Weta’s Linux cluster creates licensing ‘headache’

Linux is freely available to all who care to download it, but commercially supported distributions cost real money as New Zealand company Weta Digital is discovering while it mulls over where to head with its 3200-processor Linux cluster.

IBM New Zealand’s xSeries product specialist Andrew Spurgeon said Red Hat Advanced Server licensing is now a headache for the company. "Weta is a very large Red Hat Linux site. Basically everything it does is on Red Hat Linux with a few exceptions as there are some Mac and Windows applications," Spurgeon said.

"One of the main reasons we started talking to Weta was because of Linux."

Speaking at this year’s Interaction IBM users forum in Melbourne, Spurgeon said the reason Weta went with Red Hat, as opposed to a 'free' Linux distribution like Debian for its high-performance computing work, was mainly around application support.

"The likes of Maya and Shake support a certain type of OS and obviously the hardware vendors as well. For example, we don’t support Debian-so Weta is just trying to find out where to go from here and it’s not a question it has answered yet."

Spugeon added that Weta may choose to go down the 'free' path but that may prove difficult as none of the hardware or software vendors support it. They support

Red Hat Advanced Server and that costs real money.

According to Spurgeon, one of the reasons Weta chose to work with IBM is because of its Linux support offerings, adding the fact that you can’t throttle the open source community into action if something needs attention as motivation.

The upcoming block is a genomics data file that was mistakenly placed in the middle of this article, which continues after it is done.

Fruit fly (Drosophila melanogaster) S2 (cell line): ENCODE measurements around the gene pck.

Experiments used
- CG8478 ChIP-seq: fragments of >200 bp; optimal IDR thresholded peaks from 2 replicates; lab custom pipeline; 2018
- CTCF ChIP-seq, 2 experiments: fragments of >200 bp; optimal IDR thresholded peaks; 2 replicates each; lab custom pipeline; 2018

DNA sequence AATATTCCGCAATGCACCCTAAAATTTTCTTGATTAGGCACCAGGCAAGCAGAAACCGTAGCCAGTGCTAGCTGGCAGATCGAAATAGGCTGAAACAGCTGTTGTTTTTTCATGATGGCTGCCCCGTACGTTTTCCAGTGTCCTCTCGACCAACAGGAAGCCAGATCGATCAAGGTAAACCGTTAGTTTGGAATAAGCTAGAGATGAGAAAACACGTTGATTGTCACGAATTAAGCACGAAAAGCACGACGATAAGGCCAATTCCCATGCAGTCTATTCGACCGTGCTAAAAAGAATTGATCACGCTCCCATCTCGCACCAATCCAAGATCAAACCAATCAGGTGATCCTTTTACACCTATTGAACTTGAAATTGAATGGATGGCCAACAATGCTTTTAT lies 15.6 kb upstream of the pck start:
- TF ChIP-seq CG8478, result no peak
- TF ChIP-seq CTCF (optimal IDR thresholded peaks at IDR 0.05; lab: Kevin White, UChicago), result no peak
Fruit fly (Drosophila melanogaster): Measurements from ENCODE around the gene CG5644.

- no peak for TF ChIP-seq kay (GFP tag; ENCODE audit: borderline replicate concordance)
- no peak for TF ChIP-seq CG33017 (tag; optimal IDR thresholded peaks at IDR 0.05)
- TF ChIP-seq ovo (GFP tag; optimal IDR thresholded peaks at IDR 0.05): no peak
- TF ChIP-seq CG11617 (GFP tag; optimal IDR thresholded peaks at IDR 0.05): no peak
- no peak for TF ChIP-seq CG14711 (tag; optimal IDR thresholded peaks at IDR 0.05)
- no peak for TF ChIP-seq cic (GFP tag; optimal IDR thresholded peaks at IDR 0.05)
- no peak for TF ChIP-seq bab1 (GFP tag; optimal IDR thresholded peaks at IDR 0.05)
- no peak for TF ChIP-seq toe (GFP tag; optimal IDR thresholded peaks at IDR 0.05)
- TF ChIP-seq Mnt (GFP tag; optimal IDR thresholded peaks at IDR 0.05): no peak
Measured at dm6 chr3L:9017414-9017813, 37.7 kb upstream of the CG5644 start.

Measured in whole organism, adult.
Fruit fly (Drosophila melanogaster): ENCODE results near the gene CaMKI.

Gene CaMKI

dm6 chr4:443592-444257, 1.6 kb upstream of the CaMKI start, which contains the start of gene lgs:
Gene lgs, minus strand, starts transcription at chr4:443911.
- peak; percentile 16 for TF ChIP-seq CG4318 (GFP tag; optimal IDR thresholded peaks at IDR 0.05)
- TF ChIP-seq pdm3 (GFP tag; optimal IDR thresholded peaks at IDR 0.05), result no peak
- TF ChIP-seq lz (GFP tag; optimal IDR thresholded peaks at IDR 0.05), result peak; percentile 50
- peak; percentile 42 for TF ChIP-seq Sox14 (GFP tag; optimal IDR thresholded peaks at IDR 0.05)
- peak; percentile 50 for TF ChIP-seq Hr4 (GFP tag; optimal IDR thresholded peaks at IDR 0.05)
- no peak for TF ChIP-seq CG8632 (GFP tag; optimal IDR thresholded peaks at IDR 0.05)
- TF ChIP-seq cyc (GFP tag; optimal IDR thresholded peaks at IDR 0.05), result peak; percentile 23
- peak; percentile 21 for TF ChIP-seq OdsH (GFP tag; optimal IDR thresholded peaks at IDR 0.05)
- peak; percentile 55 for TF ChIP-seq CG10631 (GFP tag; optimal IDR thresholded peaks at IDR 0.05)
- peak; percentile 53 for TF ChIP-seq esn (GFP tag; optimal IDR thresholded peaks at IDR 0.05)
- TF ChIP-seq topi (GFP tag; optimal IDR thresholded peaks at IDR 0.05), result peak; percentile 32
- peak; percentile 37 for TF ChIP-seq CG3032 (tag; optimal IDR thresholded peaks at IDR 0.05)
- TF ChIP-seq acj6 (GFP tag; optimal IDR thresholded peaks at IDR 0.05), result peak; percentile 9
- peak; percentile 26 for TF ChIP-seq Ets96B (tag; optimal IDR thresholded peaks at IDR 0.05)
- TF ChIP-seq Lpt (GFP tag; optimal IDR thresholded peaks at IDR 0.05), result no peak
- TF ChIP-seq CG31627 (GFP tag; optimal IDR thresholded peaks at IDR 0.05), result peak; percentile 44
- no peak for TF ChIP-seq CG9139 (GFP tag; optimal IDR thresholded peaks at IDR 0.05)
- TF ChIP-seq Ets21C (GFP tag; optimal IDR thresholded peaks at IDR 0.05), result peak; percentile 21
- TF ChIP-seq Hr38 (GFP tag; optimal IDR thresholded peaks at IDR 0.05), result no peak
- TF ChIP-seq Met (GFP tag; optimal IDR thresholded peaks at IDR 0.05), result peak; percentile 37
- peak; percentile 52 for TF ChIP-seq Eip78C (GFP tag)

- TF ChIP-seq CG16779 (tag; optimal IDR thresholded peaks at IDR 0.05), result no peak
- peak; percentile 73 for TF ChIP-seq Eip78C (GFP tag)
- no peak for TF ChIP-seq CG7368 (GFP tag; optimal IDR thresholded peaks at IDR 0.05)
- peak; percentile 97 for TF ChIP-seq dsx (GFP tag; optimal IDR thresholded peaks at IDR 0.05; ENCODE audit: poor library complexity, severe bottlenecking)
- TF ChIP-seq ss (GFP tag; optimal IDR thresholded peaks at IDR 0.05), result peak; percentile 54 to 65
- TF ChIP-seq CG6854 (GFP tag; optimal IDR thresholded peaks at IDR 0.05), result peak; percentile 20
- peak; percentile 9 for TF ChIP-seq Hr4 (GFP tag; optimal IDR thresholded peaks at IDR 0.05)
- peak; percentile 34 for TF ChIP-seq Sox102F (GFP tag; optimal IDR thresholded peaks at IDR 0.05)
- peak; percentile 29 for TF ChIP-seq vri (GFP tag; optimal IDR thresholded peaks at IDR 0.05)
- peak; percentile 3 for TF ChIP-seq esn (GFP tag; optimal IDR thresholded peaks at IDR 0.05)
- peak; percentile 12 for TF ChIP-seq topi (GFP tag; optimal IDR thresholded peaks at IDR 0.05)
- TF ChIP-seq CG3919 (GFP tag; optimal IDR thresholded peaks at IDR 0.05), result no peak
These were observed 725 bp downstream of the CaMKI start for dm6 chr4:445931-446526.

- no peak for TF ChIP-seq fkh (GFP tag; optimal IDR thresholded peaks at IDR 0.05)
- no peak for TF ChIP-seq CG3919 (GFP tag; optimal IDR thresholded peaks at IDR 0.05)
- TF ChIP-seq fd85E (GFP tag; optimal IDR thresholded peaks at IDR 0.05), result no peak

Red Hat Asia Pacific vice president Gus Robertson said the company is gaining more traction in the high-performance computing (HPC) space and has therefore introduced a unique pricing and support model for those customers.

"We have a specific HPC model which is now sold through our OEM partners," Robertson said, adding that it wasn’t available at the time of Weta’s initial cluster deployment.

"We tend to handle HPC deployments directly and have many customers who are happy with the software price and support costs."

Robertson said Red Hat’s HPC business is analogous to selling its operating system in bulk with support.

"We have a set fee for the head node and a nominal fee for the other nodes," he said.

"There has to be a middle ground and customers need to realise the value above the operating system. It was Weta’s expectation to pay zero dollars and we don’t provide it at zero dollars."

Robertson did not offer an idea as to how much less a HPC customer is likely to pay for Red Hat compared with a standard business customer, but said the cost of the software compared with the overall project is 'a single digit percentage'.

"We are now working on a channel business for HPC and are always happy to talk to Weta," he said.

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